Another El Niño winter is in store for Summit County, according to a six-month forecast released by meteorologist Joel Gratz and his team at OpenSnow. The forecast predicts about average levels of snowfall for Colorado from November through April, with the season favoring ski areas in the south and less predicted precipitation for those further north.
“We show a range since it’s a six-month forecast, so we can’t be too specific. It’s around average, plus or minus,” Gratz said. “El Niño does not have a huge impact on Summit County snowfall, unfortunately.”
OpenSnow creates the forecast by gathering snowfall data from weather stations near ski areas, assessing and forecasting ocean temperatures and forecasting how those will translate into snowfall patterns throughout the winter season. El Niño signifies warmer than average water temperatures in the equatorial Pacific Ocean, bringing in heaver precipitation in the south and east coast regions.
The six-month forecast, released Oct. 21, defines below-average snowfall as less than 90 percent of normal snow, average snowfall as 90 to 110 percent and above-average as greater than 110 percent.
“A lot of places last year ended up somewhere between 75 and 100 percent of average. That’s entirely possible this year,” he added. “Really, what it comes down to is just a couple of big storms can provide more than half of the snowfall during a season. That’s the real challenge when you look at all of these averages. You get a couple of big storms, and things look good.”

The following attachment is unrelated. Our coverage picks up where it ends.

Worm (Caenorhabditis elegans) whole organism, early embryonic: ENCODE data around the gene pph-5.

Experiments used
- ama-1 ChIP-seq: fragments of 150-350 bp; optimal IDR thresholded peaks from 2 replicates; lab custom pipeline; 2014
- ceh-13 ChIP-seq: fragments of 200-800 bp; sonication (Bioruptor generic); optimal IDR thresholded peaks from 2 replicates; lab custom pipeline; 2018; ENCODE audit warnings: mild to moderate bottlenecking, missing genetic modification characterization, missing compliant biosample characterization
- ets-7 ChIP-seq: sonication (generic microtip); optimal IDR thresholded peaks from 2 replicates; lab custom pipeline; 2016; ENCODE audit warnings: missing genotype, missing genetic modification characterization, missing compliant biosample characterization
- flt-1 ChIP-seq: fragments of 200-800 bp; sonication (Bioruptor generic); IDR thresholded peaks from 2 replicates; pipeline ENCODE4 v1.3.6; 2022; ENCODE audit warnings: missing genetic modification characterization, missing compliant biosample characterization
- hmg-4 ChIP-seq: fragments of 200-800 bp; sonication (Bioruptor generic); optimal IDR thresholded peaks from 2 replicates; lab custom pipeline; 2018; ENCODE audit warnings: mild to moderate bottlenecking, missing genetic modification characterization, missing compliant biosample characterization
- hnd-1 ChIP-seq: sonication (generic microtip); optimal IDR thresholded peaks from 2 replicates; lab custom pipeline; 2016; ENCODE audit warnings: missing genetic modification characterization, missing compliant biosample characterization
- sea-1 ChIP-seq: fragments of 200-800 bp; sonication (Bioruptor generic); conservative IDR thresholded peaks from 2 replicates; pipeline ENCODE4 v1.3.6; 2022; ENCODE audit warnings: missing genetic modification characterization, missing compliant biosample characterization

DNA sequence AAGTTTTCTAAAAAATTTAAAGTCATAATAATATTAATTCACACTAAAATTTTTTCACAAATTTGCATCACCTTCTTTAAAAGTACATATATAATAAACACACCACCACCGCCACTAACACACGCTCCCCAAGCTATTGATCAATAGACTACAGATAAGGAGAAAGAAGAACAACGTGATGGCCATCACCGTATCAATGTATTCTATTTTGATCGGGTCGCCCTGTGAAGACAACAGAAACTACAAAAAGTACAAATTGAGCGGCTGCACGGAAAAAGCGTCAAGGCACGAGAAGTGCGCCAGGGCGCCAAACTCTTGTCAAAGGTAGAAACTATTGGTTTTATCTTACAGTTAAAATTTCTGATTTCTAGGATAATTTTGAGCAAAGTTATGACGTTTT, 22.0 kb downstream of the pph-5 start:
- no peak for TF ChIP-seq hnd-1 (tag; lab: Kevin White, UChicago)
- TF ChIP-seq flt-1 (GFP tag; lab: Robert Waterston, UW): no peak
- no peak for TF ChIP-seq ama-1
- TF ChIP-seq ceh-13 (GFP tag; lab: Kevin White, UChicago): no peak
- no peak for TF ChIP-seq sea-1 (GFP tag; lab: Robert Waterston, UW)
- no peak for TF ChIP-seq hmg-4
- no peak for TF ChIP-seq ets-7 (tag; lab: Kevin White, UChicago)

OpenSnow forecasted a bracket of expected snowfall for each individual ski area. For example, Arapahoe Basin Ski Area is forecasted at 76 to 114 percent of average snowfall, while Breckenridge Ski Resort is forecasted at 79 to 117 percent of average.
By comparison, Wolf Creek Ski Area, located south in the San Juan national forest, is forecasted at 95 to 129 percent of average snowfall. North of Summit County, Steamboat Ski Resort is forecasted at 70 to 106 percent of average.
All averages will be updated on Nov. 10, further into the winter season.
“Pretty much what we’ve been advertising is that El Niño favors the southern mountains, central mountains and eastern slopes,” said National Weather Service meteorologist Kyle Fredin.
While the snow may come a bit later this season than average, Gratz added the possibility of a strong spring season, like last winter, was a possibility.
“Looking at some of the past El Niño years, there has been a trend toward good snowfall late in the season,” he said. “That could be a local special.”
At this point in the season, it’s too early to tell.
“Every El Niño year is a little bit different,” he added.